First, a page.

Tampa, Seattle, Houston, Milwaukee, and now Providence…

Hard to believe that this year will be Student Perspective’s 5th birthday. Wow! Time sure does fly by.

I still remember my first board meeting as the new student director for NCECA, and the idea of a student programming thread being put forth as we sat around the conference table down in Tampa, back in May of 2010. I was still absorbing the fact that I was a board member, and learning the ropes of how a board meeting worked, and what my role as student director would be.

It was pretty exciting to realize that one of the things I would get to do would be to create Student Perspectives (SP). The premise was to create a line of programming at the annual conference that was created by, and sometimes for students. Such a simple concept. The only criterion for applying is that you must a student of some sort – undergrad, grad, post-bacc. One year a high school student even applied.

I am still in awe of what an amazing opportunity this is for students – to present in front of a national audience. To be treated as a professional, to meet deadlines, to prepare a researched, polished and rehearsed presentation. What a great experience, and a way to share information with people from all over the country, even the world. A chance to meet those with similar views/tastes/ideas, and of course, it never hurts to add that line to your CV….

For NCECA conference attendees, this is a great way to meet the next generation of movers, shakers and thinkers. When I look back through my files to see who presented during the first couple years, I see names of those who are steadily gaining prominence in our field, who continue to be active members of the ceramics community, who are developing new ideas, new work, new approaches to our field. I am proud to call many of them friends, friendships developed through working together to make this new line of programming a success.

What has impressed me the most as I have watched SP grow and evolve is the professionalism of the students who present, the broad range of topics that have been addressed and the diversity of the audience. In Tampa, the first time we offered student programming, we had standing room only crowds at the majority of the presentations, and had to increase the size of the room the following year. It wasn’t just other students or their professors coming to hear the presentations. People of all sorts were interested in the topics being presented, a win-win situation for both the student presenters and the audience.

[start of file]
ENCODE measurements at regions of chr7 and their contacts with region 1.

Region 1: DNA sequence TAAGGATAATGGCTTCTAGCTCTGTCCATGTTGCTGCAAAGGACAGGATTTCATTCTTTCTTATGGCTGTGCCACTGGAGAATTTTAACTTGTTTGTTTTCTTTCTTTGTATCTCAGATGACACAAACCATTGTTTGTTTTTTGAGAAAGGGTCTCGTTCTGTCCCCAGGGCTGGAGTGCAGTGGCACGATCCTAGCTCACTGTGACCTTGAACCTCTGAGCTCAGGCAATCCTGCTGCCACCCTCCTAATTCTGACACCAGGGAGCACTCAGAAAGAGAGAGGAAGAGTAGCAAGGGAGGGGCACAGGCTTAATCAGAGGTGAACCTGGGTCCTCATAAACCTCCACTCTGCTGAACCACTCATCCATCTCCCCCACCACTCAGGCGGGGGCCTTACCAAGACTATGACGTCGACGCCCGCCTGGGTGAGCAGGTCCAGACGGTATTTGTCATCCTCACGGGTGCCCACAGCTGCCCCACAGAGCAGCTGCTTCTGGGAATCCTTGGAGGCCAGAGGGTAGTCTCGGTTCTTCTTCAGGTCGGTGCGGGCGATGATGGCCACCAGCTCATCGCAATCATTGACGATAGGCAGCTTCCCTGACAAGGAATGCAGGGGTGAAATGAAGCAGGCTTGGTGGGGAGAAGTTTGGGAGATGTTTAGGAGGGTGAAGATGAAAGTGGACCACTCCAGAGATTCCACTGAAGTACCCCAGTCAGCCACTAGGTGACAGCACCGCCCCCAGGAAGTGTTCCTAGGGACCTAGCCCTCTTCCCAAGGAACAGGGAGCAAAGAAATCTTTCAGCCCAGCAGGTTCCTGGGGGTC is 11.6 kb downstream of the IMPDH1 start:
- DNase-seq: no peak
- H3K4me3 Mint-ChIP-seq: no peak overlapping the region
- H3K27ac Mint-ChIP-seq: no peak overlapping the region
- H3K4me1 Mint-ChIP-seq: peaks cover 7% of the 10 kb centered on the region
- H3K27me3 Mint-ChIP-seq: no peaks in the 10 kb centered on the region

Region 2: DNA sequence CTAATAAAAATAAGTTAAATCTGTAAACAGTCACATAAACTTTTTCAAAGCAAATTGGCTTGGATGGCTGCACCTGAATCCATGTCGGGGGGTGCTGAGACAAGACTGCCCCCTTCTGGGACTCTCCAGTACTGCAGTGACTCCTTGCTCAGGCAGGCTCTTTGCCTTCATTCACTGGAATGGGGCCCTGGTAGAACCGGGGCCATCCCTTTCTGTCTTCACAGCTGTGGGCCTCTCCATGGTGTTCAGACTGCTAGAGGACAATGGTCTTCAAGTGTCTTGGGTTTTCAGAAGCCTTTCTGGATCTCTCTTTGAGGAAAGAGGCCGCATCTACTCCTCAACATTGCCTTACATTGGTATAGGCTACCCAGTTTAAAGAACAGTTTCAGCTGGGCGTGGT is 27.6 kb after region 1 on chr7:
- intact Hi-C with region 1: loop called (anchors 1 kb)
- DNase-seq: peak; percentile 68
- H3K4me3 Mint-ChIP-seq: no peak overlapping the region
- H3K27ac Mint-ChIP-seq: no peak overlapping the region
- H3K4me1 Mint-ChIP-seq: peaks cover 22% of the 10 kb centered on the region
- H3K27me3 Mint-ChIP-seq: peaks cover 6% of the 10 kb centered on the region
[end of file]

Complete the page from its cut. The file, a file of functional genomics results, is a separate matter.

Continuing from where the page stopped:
As for topics, the range of subjects is huge – from something you are experimenting with (clay bodies), or historic research that informs your work and would be of interest to others (Japanese haniwa) to topics that are of specific interest TO students, such as thinking about graduate school, or residencies, or a discussion of what comes after that degree everyone works so hard for. Why not a discussion of why grad school isn’t the only solution to continuing your education? Presentations have covered curatorial issues, discussions of concept, social activism, the impermanence of clay…. to rare earth oxides.

The only topic that is taboo is a presentation of your work. This is not an opportunity to introduce yourself as an artist to the NCECA membership. (For that, you need to be chosen as an emerging artist, and I will be there in the audience, listening and cheering you on.)

So students, what are you waiting for? Take a few minutes to collect your thoughts, and then get to work on applying to Student Perspectives. Professors, mentors, friends, encourage the students you know to take advantage of this opportunity.

Deadline for proposals is December 8th.